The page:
Ji Dachun's paintings give viewers a strong sense of eccentric, eerie tension. That kind of impression is derived partly from his humorous juxtaposition of unexpected elements that define his unique artistic style. By positioning his figures to the very centre of the canvas, the figures are shrunk to lead us away from the realistic present, leaving his canvas largely empty. Ji dyes these areas with a thin, light layer of coffee, tea or ink, to cast a gloomy atmosphere to the composition by rubbing pencils or coal across the surface, and to portray his imageries in a poetic visual atmosphere reminiscent to ancient Chinese paintings. Cartoon-like figures, quirky elements and delicate brushstrokes endow Ji Dachun's paintings with an inviting attraction. They look plain and neat, yet the hidden insinuations behind the images lure the spectators to linger on the canvas.
Picasso's works had brought Ji Dachun tremendous creative inspiration during his years as a student. Hence images of Picasso always appear in Ji's creations. Picasso (Lot 1563) depicts three Picassos wearing Manchurian riding jackets and skullcaps. The bodies of the figures are veiled beneath an irregular patch of brown colour, creating an illusion of the three figures floating above a cloud. But their serious facial expressions and exaggerated gestures are in fact a staged performance in this illusory space that Ji created, as the figures point their authority towards no one. With this contradiction, Ji creates a picture of profound satirical flavor.
In Scholar's Stone (Lot 1564) Ji Dachun depicts a Lake Tai rock, a symbol of the Chinese literati spirit. In antiquity, cultivated gentlemen stressed on the appreciation of the "texture, leanness, opening and translucence" of the rock, as they represented a miniature of the cosmos and the grandeur of nature. But Ji's scholar's rock is neither abstract nor naturalistic. Rather, it is a stretched out, deformed scholar's rock defined in graphite and mixed media. Although the rock evokes classical poeticism, the form differs from our existing impression of scholarly stones. By using symbolic elements from tradition, Ji bends the rules on prevailing concepts by using modern approaches and imbues his images with an ambiguous mockery.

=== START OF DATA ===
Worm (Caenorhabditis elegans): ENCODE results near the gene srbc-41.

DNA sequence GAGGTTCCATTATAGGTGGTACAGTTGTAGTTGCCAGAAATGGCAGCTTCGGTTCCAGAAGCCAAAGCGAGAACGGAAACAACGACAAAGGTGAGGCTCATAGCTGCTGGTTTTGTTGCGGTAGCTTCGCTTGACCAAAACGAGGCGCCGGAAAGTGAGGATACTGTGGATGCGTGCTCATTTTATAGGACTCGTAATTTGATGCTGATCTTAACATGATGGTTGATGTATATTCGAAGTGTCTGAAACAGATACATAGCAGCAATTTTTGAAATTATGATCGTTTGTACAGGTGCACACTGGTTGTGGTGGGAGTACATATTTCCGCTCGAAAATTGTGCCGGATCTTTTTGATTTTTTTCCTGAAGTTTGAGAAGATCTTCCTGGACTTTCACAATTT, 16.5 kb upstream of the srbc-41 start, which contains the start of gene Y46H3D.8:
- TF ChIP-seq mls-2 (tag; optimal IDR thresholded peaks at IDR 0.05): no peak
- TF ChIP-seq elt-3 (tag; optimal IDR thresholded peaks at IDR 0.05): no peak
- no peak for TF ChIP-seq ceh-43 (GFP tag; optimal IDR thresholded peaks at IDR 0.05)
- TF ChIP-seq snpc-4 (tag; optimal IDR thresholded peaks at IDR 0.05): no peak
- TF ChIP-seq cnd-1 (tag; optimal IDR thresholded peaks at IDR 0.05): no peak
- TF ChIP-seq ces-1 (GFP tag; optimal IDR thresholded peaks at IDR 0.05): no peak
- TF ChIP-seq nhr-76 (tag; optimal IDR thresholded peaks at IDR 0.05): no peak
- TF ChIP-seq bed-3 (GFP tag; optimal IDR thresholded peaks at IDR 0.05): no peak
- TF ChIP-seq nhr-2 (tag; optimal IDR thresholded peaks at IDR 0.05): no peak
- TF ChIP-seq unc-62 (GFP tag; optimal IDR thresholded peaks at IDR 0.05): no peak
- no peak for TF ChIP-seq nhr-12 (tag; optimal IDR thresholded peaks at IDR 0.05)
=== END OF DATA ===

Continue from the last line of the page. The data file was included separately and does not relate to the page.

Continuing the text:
Traditional Chinese men are also one of Ji's favorite symbols. In A Chinese Man (Lot 1608) the prosaic and oblivious protagonist stands against the vast expanse of white space evoking a sense of reluctance and desolation. Ji once stated: "It is fine to paint objects without content, yet it is wrong to speak of an object of absolute emptiness. What is important is the accuracy of the process and knowing when to end. For a viewer, the painting should reflect however much the artist feels, and this feeling is generally not of delight but rather one of desolate nature." Ji imbues his paintings with a secular view of the world, as the figures in his paintings can represent any one of us, and the images become a portrait of our minds if we engage ourselves in Ji's creations.
Viewing from the title, Liu Dehua (Lot 1771) may seem to depict an image of an idol or superstar, however, the figure in fact does not portray the popular idol. Illustrated in multiple colours, the clown-like attire of the figure in fact clothes a figure that is stiff in gestures and reserved in expressions. It is the conflict between the title and the content of the painting that the artist ignites our imagination and diversified thinking. Where viewers are used to clues to interpret stories and analogies, Ji uses unrelated elements to stress on the "painterliness" of the painting itself and its pure humour.